Here is a snippet from an exclusive piece i did for EDMNewsUpdates:
I’ve been asked often why I very rarely write track reviews. As a younger blogger in the field, I feel that in each piece I write, I subconsciously leave a small trace of myself. Music to me is very much akin to religion: people unite behind it, defend it, and decry it just as often as any gospel verse. In religion, you are taught a strict regimen and core ideology which enable you to make informed decisions. Certain religions offer varying leeway in the way you are expected to interpret scripture and doctrine. There are atheists who dispose these teachings on the whole, and varying degrees of faithful who either interpret for themselves or follow faithfully to the verbatim interpretations fed to them by authority.
Music is not so different: ‘experts’ analyze tracks piece by piece and offer their opinion as bloggers, as musicians, or as tastemakers (some of whom have little to no music experience). As someone who isn’t a DJ, isn’t a recognized singer (though I do sing), and does not produce, I often feel discomfort assuming the role of ‘expert’. I can’t walk up to a set of equipment and produce what I’ve just heard, nor can I imagine the specific choreographed patterns uniquely designed into each individual layer of a track. I am of the school of thought that music is a personal experience, and that how we analyze music should come from within. One set of ears may hear the beautiful melodic warbling in an Above & Beyond track, where another may find the experience dissatisfying and gravitate more towards the brute aggression of Destroid.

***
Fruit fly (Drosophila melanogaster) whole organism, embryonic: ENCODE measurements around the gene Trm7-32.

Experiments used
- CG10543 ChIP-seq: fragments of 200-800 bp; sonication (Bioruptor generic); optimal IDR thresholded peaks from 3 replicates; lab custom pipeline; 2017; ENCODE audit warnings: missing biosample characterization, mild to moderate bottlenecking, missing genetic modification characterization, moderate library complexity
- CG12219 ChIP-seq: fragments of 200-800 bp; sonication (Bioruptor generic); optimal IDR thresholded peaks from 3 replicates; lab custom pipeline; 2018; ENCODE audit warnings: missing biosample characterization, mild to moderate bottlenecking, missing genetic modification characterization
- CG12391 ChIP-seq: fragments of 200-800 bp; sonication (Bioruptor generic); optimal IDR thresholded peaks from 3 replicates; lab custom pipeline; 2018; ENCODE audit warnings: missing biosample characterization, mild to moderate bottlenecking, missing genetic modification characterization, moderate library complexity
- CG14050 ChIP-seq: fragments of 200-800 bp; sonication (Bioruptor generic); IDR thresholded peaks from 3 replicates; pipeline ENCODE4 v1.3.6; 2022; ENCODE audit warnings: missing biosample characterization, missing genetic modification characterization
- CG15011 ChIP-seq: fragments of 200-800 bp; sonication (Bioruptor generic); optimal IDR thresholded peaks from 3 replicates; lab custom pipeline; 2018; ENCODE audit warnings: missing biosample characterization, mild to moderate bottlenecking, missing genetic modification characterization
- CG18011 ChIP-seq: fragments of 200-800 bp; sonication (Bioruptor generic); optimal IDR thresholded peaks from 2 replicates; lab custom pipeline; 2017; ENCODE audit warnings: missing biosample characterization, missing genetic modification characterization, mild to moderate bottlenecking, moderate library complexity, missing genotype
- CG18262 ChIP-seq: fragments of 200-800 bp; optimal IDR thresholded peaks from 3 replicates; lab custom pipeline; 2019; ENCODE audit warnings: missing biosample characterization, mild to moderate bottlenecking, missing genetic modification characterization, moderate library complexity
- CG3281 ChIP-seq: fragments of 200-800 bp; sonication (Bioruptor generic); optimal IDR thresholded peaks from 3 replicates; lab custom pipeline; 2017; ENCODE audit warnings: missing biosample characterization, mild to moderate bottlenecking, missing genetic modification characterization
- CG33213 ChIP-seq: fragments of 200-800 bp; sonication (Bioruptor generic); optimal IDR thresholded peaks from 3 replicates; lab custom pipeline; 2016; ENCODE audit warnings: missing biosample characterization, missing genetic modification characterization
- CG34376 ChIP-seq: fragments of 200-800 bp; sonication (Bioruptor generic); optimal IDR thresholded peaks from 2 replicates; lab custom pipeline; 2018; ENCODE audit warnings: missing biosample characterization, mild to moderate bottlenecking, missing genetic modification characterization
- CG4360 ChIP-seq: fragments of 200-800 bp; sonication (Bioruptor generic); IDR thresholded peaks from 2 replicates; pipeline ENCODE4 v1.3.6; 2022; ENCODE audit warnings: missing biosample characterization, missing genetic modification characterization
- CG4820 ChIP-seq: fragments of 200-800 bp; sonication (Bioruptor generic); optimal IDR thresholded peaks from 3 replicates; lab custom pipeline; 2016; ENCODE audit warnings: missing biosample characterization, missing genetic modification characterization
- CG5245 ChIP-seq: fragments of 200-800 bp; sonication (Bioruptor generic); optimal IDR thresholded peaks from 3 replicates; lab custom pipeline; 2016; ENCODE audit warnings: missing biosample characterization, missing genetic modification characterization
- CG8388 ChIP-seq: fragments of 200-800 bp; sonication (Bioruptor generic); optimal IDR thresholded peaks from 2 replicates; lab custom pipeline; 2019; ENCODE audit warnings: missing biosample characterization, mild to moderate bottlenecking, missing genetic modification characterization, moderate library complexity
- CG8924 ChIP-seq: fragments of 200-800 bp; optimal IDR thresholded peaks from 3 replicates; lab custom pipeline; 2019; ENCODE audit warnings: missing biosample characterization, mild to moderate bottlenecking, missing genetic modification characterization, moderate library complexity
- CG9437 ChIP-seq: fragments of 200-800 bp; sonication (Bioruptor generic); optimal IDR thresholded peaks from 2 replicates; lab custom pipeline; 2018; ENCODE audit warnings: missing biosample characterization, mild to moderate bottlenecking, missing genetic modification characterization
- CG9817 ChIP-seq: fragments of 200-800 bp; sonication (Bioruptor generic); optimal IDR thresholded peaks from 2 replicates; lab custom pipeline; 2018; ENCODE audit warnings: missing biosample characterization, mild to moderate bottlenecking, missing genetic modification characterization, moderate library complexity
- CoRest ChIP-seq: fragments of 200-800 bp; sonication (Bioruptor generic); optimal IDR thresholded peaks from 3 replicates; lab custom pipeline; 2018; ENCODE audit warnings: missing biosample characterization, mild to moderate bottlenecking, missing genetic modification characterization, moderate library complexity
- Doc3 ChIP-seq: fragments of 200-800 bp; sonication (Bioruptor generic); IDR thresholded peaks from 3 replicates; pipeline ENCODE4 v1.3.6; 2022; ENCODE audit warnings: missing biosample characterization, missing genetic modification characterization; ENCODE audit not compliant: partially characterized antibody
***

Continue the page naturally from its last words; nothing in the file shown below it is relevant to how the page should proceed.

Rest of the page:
I personally cannot stand Avicii’s new track, ‘Wake Me Up’, and I recognize that my sole opinion is unfairly coloring another’s perception of an otherwise solidly produced piece of music. Similarly, some of the music I love may appear ‘under produced’ or ‘too commercial’ for others. No matter what genre takes you on an emotional journey, what I will have to say about it will inevitably be meaningless: it is your experience, not mine.
To read the full piece, visit EDMNewsUpdates and stuff.
In the days after the cancellation of Electric Zoo 2013 discussions centralized around the tragedies of the two deceased patrons where media outlets flocked like moths to the funeral pyre of EDM’s public reputation, shedding a dark light on the industry and vastly overlooking some positive outcomes of festivals like Electric Zoo.
I’m here to report on one such positive outcome largely overlooked by the mainstream media.